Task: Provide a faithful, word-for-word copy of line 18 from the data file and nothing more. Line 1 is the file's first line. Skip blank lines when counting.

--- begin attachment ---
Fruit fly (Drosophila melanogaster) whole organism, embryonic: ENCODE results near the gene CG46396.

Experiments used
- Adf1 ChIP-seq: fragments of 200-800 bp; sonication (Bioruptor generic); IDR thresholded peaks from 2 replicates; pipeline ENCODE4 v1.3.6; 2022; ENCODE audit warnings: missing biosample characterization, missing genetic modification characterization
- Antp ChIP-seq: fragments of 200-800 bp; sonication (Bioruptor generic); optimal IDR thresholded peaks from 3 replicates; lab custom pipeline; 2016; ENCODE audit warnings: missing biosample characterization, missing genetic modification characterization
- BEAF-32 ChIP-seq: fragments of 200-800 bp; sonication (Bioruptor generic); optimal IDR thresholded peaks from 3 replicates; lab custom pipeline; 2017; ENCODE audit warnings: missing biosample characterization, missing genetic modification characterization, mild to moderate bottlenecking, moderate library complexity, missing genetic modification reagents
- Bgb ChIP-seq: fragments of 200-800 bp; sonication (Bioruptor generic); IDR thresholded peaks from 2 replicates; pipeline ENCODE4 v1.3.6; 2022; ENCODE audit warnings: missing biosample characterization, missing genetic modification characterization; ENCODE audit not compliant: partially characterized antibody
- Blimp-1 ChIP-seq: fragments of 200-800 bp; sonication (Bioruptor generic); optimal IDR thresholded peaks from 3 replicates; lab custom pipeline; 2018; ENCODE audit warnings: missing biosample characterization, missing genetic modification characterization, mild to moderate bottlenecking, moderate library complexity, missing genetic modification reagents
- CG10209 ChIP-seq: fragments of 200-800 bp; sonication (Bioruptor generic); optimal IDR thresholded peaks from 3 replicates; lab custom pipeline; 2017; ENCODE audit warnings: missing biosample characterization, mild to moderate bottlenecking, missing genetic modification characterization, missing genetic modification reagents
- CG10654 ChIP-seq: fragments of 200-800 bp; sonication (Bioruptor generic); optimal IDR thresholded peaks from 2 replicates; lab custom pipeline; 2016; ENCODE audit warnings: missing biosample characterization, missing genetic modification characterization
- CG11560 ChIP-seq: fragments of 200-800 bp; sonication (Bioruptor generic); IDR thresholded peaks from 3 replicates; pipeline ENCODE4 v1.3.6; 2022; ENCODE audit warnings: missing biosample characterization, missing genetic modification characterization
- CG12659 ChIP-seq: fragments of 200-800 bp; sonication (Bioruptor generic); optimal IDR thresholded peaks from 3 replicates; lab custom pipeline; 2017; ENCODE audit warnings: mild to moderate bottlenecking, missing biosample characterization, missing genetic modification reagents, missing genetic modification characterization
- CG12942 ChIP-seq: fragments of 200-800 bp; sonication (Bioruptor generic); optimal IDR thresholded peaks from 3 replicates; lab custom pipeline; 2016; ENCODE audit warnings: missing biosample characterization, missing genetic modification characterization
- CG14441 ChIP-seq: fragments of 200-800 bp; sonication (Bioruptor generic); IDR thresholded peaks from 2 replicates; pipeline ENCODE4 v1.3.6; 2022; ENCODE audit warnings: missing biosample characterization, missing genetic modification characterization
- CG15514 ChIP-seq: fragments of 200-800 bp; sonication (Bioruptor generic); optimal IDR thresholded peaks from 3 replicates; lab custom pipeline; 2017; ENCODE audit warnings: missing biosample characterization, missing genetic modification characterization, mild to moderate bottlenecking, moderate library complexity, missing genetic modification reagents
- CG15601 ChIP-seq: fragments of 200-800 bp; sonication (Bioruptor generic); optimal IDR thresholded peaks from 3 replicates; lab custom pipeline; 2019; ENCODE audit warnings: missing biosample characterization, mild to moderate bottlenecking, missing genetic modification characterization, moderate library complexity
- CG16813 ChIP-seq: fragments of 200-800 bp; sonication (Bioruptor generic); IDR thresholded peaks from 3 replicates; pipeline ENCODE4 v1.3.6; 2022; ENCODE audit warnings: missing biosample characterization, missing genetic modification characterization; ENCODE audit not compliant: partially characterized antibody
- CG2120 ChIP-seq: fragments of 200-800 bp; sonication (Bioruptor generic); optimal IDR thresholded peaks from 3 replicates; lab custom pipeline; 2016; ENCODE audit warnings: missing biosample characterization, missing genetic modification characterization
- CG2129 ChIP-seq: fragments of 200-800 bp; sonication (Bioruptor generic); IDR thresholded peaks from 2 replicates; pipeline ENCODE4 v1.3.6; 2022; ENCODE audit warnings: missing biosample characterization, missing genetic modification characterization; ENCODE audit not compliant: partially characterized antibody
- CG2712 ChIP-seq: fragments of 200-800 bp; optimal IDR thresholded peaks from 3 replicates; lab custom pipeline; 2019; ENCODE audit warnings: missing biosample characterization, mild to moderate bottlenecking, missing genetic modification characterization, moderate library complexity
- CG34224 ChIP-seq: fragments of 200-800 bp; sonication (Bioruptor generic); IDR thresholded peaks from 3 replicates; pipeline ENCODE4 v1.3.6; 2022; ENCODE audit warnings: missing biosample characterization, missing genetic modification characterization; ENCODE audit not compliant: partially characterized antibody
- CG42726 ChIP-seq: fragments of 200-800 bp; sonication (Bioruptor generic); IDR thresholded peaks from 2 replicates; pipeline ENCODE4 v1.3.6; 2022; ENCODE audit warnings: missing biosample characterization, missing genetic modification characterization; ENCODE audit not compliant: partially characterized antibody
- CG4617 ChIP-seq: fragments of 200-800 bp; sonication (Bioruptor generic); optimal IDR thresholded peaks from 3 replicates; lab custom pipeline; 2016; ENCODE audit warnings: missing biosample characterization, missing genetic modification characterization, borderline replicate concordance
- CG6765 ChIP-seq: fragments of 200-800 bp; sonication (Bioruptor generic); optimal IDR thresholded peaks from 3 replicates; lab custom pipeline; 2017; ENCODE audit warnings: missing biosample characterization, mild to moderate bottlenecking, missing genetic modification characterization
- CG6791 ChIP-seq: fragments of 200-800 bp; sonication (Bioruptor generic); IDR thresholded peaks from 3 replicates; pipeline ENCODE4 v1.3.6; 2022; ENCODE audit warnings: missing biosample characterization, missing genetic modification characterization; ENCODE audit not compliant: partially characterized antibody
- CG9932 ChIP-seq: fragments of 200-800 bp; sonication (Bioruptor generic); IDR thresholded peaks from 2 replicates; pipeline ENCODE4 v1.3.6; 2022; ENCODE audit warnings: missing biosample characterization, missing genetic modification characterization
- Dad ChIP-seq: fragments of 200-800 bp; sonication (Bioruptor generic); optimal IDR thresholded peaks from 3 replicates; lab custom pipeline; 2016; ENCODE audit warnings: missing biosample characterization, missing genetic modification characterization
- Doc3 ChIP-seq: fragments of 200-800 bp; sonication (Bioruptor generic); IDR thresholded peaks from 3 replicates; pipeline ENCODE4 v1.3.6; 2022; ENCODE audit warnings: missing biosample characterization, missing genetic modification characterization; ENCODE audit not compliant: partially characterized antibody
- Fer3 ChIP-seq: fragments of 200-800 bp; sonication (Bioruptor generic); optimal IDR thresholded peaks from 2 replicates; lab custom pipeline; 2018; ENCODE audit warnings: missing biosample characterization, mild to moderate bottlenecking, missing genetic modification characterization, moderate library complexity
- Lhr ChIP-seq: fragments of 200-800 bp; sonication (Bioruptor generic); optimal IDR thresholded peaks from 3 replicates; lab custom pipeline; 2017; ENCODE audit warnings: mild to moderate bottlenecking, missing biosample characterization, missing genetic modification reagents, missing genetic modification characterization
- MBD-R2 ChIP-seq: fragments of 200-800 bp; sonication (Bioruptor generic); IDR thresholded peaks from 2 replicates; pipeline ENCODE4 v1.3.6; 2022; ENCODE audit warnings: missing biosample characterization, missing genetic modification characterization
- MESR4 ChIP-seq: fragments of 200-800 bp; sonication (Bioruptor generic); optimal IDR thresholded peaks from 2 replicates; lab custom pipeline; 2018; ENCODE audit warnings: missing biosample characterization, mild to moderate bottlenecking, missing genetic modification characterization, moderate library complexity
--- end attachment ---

- CG2129 ChIP-seq: fragments of 200-800 bp; sonication (Bioruptor generic); IDR thresholded peaks from 2 replicates; pipeline ENCODE4 v1.3.6; 2022; ENCODE audit warnings: missing biosample characterization, missing genetic modification characterization; ENCODE audit not compliant: partially characterized antibody